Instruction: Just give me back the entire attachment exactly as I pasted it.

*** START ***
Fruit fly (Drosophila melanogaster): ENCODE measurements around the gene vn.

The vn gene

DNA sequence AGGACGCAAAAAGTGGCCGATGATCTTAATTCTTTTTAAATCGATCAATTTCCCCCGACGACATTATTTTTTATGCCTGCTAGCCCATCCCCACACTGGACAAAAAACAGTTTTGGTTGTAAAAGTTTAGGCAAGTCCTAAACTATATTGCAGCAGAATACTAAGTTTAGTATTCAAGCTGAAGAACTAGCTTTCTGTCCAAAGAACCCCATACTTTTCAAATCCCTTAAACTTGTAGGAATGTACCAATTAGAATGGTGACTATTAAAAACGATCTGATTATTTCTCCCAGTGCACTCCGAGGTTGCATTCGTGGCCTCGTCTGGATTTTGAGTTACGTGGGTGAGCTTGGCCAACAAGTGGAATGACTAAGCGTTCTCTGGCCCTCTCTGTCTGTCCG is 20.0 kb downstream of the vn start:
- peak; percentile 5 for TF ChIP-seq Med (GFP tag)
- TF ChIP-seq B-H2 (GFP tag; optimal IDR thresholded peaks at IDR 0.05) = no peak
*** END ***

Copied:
Fruit fly (Drosophila melanogaster): ENCODE measurements around the gene vn.

The vn gene

DNA sequence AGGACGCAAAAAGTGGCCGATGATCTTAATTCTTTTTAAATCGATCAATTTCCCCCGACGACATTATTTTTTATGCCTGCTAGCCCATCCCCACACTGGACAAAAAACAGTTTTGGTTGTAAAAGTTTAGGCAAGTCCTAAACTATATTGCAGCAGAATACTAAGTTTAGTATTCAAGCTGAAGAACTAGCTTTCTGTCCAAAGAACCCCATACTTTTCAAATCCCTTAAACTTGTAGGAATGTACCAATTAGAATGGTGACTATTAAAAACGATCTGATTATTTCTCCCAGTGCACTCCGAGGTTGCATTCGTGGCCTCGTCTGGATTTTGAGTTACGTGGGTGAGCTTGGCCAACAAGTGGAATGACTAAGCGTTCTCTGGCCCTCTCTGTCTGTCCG is 20.0 kb downstream of the vn start:
- peak; percentile 5 for TF ChIP-seq Med (GFP tag)
- TF ChIP-seq B-H2 (GFP tag; optimal IDR thresholded peaks at IDR 0.05) = no peak